Salmonellosis was confirmed in stool and blood cultures within 48–72 hours after hospital admission of the first cases. S. enterica Serovar Enteritidis was isolated from 2 patients in 2 different hospitals, and identified using the API 20E test strip (Bio-Mérieux, France). It corresponded to the strain found in the incriminated dish, further supporting the suggestion of a point source food infection in all gastroenteritis cases reported at the Bank.

Upstream findings

After confirming the epidemiological links between the infected chicken noodle dish and the gastroenteritis cases, a visit to the catering company kitchen was conducted. It showed that standard procedures of food handling had been followed. The dish had been served at the Bank in the past with no apparent health problems, suggesting that the usual preparation process in the kitchen may not be immediately incriminated. Preparation normally starts in the evening prior to the day the dish is served. However, in this instance, some of the constituents had been prepared 3 days ahead, because the dish was to be served on a Monday, immediately after the week-end closure.

In the process of preparing the chicken noodle dish, there were at least 3 potential routes of contamination:

chicken: the raw chicken obtained from a local farm could have been contaminated prior to the cooking process;

kitchen water: could have contaminated the noodles at the time of cooling, or milk put in at the time of mixing the sauce: organisms by this route may have had enough time to multiply and become a large infective inoculum;

food-handlers: carriers of infective organisms may have contaminated the ingredients during the preparation process; at various stages, almost all workers in the kitchen were involved in preparing the chicken noodles.

All 3 avenues had to be explored to determine the origin of the contamination.

All 18 kitchen workers provided samples of rectal and nasal mucosa to be cultured at the laboratory of the Saint-Georges Orthodox Hospital in Beirut. Results confirmed the absence of Salmonella carriage in all workers. At the time of the outbreak, drinking water was provided to the catering company from a tanker company, as city water is not sufficient for their needs. Despite the usual chlorination and filtration procedures, water samples repeatedly done on May 18 and 21 yielded high faecal coliform counts but no Salmonella. This evidence that some long-term contamination had been taking place in the water reservoirs involving ubiquitous, though not pathogenic, bacteria did not have direct relevance to the outbreak under investigation.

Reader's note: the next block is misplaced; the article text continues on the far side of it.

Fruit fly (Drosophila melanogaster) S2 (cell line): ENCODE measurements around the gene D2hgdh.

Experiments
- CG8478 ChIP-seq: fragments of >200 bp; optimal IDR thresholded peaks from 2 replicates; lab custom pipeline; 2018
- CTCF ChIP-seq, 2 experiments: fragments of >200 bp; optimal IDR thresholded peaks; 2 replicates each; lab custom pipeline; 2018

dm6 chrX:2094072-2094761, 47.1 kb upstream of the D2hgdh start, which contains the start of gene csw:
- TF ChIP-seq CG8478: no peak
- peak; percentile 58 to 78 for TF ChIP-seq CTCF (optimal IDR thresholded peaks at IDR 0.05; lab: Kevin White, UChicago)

On May 28, the caterers revealed the existence of a frozen batch of the same raw chicken breast consignment that had been used for the chicken noodles. This batch yielded a significant growth of S. enterica Serovar Enteritidis, thus providing a bacterial link to the infected dish and to the gastroenteritis cases. The batch of chicken came from a large producer of poultry and eggs in Lebanon. Within a few days of finding the contaminated raw chicken, informal information was channeled to the investigators through the catering business grapevine about the existence of other cases of salmonellosis related to chicken from the same origin.

This suggested that the outbreak was multicentred, and serious enough to warrant an intervention at the farm level. The producer was advised of their potential involvement in a major food-borne outbreak. They refused to provide access for further investigation on their property.

Laboratory confirmation of the chain of events

The final proof of the alleged chain of events came after the isolates growing in the raw chicken and in the chicken noodle leftovers, as well as those isolated from 2 hospitalized patients, appeared to be genetically similar. Confirmation tests were conducted at the Institut Pasteur in Paris, as the techniques necessary for this process are not currently available in Lebanon. The confirmation was obtained using random amplified polymorphic DNA-PCR (RAPD-PCR).

In light of these findings, it was suggested that raw chicken contaminated with S. enterica Serovar Enteritidis had been shipped to the catering company. The preparation process not only did not eradicate the contamination, but provided it with substrates and delays sufficient to increase the inoculum to infective doses. The end result was a serious outbreak of salmonellosis among the Bank employees.